Character Profiles: Part 1 (Elizabeth Bennet (Has very strong views on…
Character Profiles: Part 1
Strong willed, independent, stubborn, prejudiced, somewhat close minded, slightly proud, though this is far from a major trait.
Not the 'typical' woman of the time.
Prefers to go against the social norms of the time, could be considered a Regency Period punk.
Has very strong views on things like marriage.
Thinks people should marry for love, not materialistic things.
She is not impressed by wealth or titles, she values propriety, good-manners, and virtue.
Beautiful, desirable, kind, caring,
Her good nature leaves her vulnerable to insincere people such as Miss Bingley.
Very static, she remains a model of virtue throughout the story.
Shares Elizabeth's view of marriage.
Neither proud nor prejudiced, she gives everyone a chance to prove themselves. This is not always the best decision, however.
Very proud, aware of how desirable he is for women.
Slightly prejudiced towards Elizabeth when he first sees her.
Shares Elizabeth's views on marriage after he learns from her.
Seems too be somewhat socially anxious, prefers not to dance or talk to others at social events.
Very rich, reserved, sensible, is taught by Elizabeth that class is not everything.
Shares many traits with Jane: good-tempered, amiable, and neither proud nor prejudiced, despite his wealth.
Very rich, however is unconcerned by class differences.
His modesty can lead to him being easily swayed by others, such as when Mr Darcy convinces him not to marry Jane.
A good contrast to Mr Darcy: he is easy going, relaxed and easy to like, whereas Mr Darcy is more reserved, quiet and slightly hostile to newcomers.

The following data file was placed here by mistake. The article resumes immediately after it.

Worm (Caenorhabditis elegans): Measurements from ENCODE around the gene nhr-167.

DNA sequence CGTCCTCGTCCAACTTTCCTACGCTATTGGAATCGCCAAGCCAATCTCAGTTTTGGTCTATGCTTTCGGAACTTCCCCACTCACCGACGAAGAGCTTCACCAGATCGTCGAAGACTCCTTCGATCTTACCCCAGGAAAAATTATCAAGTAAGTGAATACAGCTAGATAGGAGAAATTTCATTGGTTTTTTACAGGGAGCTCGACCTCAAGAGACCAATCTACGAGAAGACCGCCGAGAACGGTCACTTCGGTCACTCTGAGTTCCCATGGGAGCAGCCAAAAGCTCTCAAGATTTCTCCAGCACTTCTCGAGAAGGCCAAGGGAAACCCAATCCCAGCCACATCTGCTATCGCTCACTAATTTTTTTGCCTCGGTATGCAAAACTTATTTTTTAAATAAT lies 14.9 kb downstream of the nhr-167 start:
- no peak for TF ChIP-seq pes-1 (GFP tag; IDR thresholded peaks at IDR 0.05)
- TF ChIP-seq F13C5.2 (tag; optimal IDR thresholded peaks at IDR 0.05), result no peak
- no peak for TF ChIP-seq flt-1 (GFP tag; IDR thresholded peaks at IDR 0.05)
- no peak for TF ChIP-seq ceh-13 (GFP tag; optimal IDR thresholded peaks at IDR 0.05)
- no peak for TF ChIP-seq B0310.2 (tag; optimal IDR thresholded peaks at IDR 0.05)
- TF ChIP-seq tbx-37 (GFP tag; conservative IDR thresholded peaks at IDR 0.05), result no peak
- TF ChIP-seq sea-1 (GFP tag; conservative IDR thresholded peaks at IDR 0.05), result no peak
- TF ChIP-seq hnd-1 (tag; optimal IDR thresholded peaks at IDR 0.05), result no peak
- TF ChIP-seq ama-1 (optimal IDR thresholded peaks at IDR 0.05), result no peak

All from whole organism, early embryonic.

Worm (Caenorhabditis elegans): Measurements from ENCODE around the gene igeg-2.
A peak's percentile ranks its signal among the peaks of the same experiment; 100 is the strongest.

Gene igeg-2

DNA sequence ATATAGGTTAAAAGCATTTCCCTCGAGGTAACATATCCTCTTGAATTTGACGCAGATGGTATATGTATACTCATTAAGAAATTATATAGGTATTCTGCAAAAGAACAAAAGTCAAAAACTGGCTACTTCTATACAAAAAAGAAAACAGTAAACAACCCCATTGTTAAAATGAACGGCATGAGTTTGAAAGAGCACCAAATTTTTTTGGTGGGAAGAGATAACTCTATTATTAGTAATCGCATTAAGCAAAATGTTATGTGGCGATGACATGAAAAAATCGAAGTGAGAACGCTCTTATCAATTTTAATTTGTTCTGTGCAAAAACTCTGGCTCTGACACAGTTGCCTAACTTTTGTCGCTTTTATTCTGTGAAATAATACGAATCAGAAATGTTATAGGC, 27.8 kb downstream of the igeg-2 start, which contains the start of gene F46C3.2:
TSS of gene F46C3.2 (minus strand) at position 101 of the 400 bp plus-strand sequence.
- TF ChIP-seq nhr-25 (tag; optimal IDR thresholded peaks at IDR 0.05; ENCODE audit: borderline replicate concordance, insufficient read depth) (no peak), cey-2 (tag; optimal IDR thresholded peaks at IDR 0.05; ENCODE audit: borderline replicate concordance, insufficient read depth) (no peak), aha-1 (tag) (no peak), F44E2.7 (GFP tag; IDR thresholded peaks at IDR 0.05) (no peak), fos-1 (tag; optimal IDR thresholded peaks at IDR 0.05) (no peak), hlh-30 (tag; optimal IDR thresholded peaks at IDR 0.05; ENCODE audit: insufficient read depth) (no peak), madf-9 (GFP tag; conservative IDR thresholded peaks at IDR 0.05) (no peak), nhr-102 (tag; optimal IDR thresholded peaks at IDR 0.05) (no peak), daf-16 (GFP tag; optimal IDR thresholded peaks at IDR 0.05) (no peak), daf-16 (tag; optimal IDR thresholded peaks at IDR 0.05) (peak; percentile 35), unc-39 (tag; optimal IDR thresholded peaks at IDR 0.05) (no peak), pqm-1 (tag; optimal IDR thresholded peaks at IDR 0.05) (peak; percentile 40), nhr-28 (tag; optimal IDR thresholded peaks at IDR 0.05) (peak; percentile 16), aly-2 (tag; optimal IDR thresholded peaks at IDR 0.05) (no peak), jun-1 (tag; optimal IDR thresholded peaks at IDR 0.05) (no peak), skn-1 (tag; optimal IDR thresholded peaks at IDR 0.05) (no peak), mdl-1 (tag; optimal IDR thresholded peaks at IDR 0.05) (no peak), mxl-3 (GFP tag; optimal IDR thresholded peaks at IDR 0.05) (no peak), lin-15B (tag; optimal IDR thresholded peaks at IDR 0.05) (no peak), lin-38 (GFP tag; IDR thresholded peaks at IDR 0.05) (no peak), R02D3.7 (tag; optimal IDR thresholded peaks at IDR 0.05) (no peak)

Shares Elizabeth's view of marriage.
Does not seem to care for her daughters as individuals, only wants to see them secure profitable marriages.
Very foolish and quick-tempered, easily wound up by MR Bennet.
Does not provide her daughters with a proper education, as such may be considered a bad mother.
Looks out for her daughters as a collective, wants to see them have a secure life. However, this does not always equate to a happy life, as she almost forces Elizabeth to marry Mr Collins.
Very intelligent, weary after decades of marriage to Mrs Bennet, seems to favour Elizabeth over his other daughters.
Prefers to make sure his daughters are happy as individuals, even if they may not have a secure life/marriage.
Calm, collected, always keeps his cool when faced with problems. This is only broken when Lydia leaves for Brighton with Mr Wickham and makes some very poor choices.
Mary is the middle Bennet girl, sensible, smart and quiet.
She makes awkward and profound observations about human nature and life, showing herself as a philosophical person.
It is made clear the Mary finds her peace while studying, reading, and playing piano, and dislikes going out in public.
Catharine 'Kitty' Bennet
The second youngest Bennet girl, Kitty shows very little individuality. Instead, she imitates Lydia to the point of not knowing how to cope when her younger sister leaves.
When Lydia leaves for Brighton, Kitty spends more time with her older sisters and learn how to be herself, instead of simply copying everything Lydia does.
This turns out for the best as Kitty's character improves towards the end of the book, and prevents Kitty from doing something similar to Lydia's elopement.
The youngest Bennet girl is foolish and flirtatious, never considering the consequences of her actions.
She is Mrs. Bennet's favorite daughter because they share similar (though frivolous) interests.
Elopes with Mr Wickham, going against Elizabeth's warning of him.